Maverick Citizen

Food Justice

FOOD BASKET CHECK

How much food can you buy with the R350 grant? We go shopping

The essential food items the R350 Social Relief Distress grant could buy from a Johannesburg inner-city supermarket in April 2022. (Photo: Denvor de Wee)

Since the Covid-19 pandemic, the R350 Social Relief of Distress grant has been helped families to eat. The grant has played a role in realisation of the right to food for about 11 million people and their dependents every month. But recent food price hikes and a rise in inflation raise concerns about how much food these people are able to buy.

In an ongoing project, Maverick Citizen is keeping track of what essential food items the Social Relief of Distress (SRD) grant recipients can buy as food prices head upwards.

Food prices in South Africa continue to soar every year owing to many factors, including inflation and rising fuel prices. The Russia-Ukraine war has added to the mix in 2022, shoving the price of food even higher.

Read in Daily Maverick: “South Africa’s cost-of-living crisis worsens as consumer inflation breaches the Reserve Bank’s 6% target

The latest study by the prestigious Pietermaritzburg Economic Justice and Dignity Group on Household Affordability Index, points to this reality.

SRD grant food
The essential food items the R350 Social Relief Distress grant could buy from a Johannesburg inner-city supermarket in April 2022. (Photo: Denvor de Wee)
On 31 May 2022, the Social Distress Grant (SRD) grant could not afford the recipient everything in the essential food items list bought in the previous month as the prices of some food items increased. On the left is what the grant could afford a recipient on 31 May and on the right is what the grant couldn’t afford. (Photo: Denvor de Wee)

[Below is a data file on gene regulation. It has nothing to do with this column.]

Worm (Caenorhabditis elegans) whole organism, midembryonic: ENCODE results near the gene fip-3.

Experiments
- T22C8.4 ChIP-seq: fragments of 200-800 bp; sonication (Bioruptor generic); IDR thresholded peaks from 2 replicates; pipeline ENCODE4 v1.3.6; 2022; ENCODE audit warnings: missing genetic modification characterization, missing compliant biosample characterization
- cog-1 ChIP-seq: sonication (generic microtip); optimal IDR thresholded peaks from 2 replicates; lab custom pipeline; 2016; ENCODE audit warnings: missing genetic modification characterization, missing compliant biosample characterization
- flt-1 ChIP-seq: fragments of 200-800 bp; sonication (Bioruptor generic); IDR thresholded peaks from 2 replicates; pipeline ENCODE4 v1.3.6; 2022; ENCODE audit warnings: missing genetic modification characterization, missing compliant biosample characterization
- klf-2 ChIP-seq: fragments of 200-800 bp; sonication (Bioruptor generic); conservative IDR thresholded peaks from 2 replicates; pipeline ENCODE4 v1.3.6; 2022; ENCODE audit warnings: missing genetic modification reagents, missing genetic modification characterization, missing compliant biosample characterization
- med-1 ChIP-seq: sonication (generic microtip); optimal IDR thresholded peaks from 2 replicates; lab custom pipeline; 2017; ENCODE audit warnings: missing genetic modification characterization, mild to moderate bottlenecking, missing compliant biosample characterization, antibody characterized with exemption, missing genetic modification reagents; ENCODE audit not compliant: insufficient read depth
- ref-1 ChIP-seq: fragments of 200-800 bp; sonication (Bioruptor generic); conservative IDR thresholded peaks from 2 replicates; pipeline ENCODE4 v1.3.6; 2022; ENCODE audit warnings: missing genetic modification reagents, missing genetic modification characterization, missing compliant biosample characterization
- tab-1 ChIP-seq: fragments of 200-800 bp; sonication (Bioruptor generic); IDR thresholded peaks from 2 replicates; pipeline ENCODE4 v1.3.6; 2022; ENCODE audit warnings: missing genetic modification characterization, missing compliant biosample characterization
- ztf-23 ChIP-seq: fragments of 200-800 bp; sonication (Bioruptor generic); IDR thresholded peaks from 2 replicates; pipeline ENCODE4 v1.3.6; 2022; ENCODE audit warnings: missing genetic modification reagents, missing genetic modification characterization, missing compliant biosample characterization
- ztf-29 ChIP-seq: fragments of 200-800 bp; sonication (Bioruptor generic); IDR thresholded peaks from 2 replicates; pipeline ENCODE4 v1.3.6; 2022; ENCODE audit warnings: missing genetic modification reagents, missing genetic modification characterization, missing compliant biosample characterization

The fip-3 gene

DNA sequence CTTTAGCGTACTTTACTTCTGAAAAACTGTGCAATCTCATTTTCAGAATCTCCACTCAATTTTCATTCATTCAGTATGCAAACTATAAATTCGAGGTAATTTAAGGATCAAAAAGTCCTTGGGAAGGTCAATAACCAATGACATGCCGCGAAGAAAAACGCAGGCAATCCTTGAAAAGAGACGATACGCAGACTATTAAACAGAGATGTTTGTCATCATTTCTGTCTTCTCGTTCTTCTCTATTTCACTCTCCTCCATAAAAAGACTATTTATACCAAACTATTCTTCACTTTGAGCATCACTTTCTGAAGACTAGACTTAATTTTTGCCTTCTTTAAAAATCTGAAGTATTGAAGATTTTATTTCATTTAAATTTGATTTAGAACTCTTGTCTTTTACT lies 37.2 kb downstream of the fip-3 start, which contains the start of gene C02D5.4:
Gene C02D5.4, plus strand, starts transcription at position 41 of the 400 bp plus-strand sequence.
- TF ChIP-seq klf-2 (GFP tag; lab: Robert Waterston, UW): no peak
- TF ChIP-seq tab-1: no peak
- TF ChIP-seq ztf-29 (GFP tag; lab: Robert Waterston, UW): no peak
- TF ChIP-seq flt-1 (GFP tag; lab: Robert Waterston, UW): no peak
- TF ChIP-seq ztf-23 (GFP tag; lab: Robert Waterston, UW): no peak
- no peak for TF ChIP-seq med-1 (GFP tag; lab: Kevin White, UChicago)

Over the past few months South Africa has been hit by fuel price increases every month, informed by international and local factors. The Department of Mineral Resources and Energy (DMRE) published a hefty increase in the Brent Crude oil price for June, as the rise in oil prices has increased local fuel prices significantly. The cost of petrol rose to R23.94 a litre from R21.51 in May and is expected to increase again in July. 

Rising fuel costs pose a threat to the containment of food prices and the cost of living, which were already on the rise before the war.

But while food prices have been soaring, the R350 SRD grant hasn’t changed.

Maverick Citizen has been tracking what essential food items the grant will buy, and found that, essentially, grant recipients would be able to buy less with a sharp increase in items such as bread, salt, cooking oil and cabbage. Some other prices remained the same.

We prioritised grocery items that make up most of the staple diets of many living in South Africa. The items were all bought from a Johannesburg inner-city supermarket in April and May.

Maverick Citizen has aimed to buy the same food items every month. However, in May not everything on the list was bought due to the price increase on some items. Items marked with an asterisk were not bought in May because of the R350 budget limitation and prioritisation of more essential food items.

Civil society groups and community organisers have called for the adoption of  a Universal Basic Income Guarantee (UBIG) and the basic Covid grant to be permanent to address hunger and poverty in our country; however, it has not been agreed to by the government. 

Maverick Citizen will continue to track the price of these essential food items over the next few months. MC/DM

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